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Marketing Innovation: Diverge Early, Converge Later

Why is it important to innovate the way your brand markets itself? Watch our video as we detail the reasons why this is important to your brand and its continued success.

Editor’s Note: Fresh Squeezed Ideas created a video series, The Future of Marketing and How to Win, to not only share ideas on where the future of marketing is headed, but to also provoke some new ways of thinking about brand strategy and marketing.

By Fresh Squeezed Ideas

Why is it important to innovate the way your brand markets itself? Watch our video as we detail the reasons why this is important to your brand and its continued success.

When it comes to innovation, few organizations actually invest the time, the money, the human resources required to really drive a productive process. The exception is the technology sector, of course. They learned what it takes to be successful at innovation and have been able to embrace the fail fast principle. Making the same kind of commitment to innovation in CPG, banking, insurance, or pharmaceuticals is much more difficult and, while there’s a variety of legitimate reasons, more often than not, we observe the innovation process being under resourced and over constrained, simply due to a very short term focus. There are some realities with that, but it really does make us take a look at the innovation process, and realize it doesn’t need to be as painful, and that would get it going again. There are some very inconvenient truths when it comes to innovation inside large organizations. In this video, we focus on three and share some solutions.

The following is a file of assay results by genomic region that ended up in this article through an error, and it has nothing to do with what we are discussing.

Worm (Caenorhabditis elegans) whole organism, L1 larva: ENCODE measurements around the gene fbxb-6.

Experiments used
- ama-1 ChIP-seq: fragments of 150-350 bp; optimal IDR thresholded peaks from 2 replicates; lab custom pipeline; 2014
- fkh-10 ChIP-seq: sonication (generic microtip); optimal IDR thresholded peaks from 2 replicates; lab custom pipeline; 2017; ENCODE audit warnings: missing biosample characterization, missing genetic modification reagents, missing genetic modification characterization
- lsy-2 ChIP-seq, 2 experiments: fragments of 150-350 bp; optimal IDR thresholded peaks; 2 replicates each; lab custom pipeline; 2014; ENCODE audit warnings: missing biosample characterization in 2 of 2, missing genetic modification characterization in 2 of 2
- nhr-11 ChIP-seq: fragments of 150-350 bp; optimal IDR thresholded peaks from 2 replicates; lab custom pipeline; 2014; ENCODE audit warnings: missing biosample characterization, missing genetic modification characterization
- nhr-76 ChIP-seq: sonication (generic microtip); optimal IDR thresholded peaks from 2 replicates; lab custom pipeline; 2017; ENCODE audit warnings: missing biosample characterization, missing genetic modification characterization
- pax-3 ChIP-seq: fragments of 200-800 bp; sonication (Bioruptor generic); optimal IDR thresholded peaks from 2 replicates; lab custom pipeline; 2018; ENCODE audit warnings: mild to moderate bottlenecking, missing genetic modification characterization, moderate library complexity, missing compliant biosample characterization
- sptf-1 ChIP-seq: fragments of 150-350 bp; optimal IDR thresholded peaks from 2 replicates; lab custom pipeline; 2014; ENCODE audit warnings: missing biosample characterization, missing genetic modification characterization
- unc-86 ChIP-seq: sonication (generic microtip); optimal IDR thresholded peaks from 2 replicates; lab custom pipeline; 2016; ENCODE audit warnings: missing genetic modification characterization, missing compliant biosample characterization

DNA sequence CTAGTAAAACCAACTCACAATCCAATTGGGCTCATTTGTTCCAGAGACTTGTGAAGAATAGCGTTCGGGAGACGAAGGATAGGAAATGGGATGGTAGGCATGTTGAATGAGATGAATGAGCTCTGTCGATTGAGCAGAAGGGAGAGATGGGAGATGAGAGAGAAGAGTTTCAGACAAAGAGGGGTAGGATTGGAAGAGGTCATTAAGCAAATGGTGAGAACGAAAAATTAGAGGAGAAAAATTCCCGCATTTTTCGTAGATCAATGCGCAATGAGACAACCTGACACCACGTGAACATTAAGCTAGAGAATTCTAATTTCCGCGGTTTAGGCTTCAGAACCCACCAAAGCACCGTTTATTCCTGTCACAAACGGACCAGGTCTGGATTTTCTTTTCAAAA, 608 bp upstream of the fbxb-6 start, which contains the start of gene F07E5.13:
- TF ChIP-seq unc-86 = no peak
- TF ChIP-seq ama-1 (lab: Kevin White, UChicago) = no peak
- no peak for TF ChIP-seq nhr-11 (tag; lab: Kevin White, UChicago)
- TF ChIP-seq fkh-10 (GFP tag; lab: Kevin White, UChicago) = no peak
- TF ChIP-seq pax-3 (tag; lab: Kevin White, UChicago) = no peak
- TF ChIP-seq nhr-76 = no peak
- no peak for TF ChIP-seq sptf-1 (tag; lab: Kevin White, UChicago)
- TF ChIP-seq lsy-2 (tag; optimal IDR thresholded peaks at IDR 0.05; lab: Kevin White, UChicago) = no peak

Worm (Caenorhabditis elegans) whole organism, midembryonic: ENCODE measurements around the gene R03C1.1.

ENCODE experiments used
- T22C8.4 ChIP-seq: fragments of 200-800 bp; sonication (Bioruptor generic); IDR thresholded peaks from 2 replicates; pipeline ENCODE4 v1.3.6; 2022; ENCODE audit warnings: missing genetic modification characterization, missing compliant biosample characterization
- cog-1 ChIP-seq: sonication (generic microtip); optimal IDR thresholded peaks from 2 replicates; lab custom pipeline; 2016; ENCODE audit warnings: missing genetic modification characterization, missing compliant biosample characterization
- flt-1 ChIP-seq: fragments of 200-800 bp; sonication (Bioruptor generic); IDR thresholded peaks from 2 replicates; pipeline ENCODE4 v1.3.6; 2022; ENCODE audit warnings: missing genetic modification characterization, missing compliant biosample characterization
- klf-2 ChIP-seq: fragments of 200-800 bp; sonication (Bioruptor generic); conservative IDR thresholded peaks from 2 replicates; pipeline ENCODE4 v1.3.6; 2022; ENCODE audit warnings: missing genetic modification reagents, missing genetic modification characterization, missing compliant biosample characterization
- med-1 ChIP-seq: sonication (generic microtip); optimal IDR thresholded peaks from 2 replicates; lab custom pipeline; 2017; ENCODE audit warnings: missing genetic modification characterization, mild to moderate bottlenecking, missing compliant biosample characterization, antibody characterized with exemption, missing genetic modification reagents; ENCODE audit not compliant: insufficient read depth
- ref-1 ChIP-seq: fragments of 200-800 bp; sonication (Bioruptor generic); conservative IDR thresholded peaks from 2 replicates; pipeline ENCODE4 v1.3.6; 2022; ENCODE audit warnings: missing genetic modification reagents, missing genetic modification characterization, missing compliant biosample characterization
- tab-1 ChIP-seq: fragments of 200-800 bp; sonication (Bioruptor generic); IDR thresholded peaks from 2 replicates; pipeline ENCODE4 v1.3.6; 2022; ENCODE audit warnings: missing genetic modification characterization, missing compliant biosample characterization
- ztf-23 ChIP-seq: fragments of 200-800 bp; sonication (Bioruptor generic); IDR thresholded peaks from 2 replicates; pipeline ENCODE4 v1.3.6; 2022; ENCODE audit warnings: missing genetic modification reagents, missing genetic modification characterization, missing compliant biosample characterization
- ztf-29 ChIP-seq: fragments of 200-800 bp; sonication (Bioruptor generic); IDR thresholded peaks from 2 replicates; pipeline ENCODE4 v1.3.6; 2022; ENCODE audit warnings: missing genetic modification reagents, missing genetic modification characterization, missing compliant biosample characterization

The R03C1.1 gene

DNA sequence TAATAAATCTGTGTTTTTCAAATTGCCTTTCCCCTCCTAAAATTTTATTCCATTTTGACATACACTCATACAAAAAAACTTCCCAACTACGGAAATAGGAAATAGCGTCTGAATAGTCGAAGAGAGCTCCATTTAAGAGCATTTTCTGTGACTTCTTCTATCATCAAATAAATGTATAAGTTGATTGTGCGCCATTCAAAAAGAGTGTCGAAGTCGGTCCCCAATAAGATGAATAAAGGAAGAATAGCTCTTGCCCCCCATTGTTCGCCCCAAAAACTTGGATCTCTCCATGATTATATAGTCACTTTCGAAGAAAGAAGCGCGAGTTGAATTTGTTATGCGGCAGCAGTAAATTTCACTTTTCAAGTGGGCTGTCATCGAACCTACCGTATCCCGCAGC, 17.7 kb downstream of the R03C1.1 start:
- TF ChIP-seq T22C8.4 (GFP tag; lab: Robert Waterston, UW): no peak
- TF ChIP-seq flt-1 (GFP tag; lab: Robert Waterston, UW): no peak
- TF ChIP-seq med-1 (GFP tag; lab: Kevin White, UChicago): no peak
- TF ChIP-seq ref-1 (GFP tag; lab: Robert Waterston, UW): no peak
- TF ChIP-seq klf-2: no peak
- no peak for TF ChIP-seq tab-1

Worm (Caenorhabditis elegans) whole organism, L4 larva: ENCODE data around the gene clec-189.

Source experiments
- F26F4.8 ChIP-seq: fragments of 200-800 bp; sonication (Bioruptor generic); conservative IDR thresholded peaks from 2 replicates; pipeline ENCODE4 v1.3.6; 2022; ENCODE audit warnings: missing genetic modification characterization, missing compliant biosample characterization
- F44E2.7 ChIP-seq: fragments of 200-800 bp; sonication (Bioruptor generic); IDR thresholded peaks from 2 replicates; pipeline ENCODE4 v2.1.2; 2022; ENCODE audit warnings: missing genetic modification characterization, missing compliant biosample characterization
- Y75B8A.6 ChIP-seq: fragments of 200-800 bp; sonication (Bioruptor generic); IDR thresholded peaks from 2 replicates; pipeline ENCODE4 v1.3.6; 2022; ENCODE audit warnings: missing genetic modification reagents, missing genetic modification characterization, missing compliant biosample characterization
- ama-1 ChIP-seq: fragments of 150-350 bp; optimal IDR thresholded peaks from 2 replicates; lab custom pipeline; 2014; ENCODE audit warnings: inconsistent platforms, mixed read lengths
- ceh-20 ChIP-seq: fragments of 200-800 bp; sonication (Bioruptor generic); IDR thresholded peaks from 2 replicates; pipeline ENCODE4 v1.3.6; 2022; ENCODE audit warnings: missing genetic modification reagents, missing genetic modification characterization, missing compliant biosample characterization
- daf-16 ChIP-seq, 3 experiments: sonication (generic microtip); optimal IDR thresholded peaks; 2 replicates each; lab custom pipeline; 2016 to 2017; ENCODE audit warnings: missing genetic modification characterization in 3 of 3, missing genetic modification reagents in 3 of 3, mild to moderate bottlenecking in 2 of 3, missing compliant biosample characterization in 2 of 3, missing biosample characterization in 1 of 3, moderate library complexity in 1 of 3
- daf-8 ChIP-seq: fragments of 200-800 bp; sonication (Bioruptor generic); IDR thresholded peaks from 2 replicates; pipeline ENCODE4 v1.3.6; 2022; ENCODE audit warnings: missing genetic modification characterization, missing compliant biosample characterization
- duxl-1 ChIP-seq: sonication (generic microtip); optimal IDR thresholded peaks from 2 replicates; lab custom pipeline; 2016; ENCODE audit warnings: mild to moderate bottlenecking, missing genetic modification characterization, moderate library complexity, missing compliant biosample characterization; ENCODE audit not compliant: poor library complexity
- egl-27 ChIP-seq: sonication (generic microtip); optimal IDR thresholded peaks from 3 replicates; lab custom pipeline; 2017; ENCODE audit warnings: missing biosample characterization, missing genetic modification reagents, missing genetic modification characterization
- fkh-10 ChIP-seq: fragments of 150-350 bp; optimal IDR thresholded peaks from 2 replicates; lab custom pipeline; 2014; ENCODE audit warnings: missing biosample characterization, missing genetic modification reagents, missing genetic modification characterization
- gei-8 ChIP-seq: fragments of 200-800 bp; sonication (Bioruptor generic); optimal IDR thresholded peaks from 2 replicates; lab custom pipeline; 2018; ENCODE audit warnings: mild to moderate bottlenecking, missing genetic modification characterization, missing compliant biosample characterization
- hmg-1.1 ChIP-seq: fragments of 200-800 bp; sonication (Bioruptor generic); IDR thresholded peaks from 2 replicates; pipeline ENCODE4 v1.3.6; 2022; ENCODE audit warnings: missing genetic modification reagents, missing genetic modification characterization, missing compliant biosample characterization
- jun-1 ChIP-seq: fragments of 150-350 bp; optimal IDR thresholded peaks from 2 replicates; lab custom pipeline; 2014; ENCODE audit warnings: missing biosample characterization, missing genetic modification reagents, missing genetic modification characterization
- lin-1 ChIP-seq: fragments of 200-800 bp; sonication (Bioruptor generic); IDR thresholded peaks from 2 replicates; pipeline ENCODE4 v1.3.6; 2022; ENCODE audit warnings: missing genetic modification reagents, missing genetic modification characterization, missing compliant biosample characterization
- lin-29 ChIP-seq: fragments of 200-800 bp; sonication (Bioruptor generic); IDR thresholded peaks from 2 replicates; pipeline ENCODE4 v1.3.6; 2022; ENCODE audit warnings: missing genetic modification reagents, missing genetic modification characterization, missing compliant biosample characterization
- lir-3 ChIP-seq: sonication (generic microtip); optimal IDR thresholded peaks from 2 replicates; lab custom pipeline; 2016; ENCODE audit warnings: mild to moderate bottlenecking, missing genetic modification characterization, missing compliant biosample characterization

1. Consumers can’t often tell you what you need to know, when you need to know it. Knowledge is highly contextual; our brains are really great at compartmentalizing some knowledge and accessing it only when we need it. We can’t keep everything in our heads all at once and conventional market research often asks customers for knowledge out of context.
  1. Marketing savvy customers are prone to telling you want they think you want to hear, rather than reveal what you’re trying to find out. There are no marketing naïve people. Think about when you surf a website and you get a pop up window survey, even before you’ve had the chance to actually experience the website. Your only options are either complete the survey, or close the box. For the people who actually complete the survey, are their answers based on an actual experience that they haven’t even been through yet, or is it really based on what they think they’re going to get?
  1. Finally, one of the most dangerous F words in innovation is focus. Innovation programs tend to focus so much they actually impede success and they only pursue so-called high potential areas in the name of being efficient, and being focused. However, that actually impedes innovation.

So, what’s the solution?

Well, it’s a four step process to customer centric innovation:

  1. Learn their pain points, and there’s several means of insight collection here.
  2. ideate enthusiastically; innovation is a numbers game. The more ideas you consider, the greater your chances of finding a pearl among the shells.
  3. Build your ideas in the full concept so you can expose them to your customer.
  4. Conduct safe-fail testing to identify where those high potential innovations are. It’s a model we’ve developed for testing brand innovations and communication innovations, and product service innovations.
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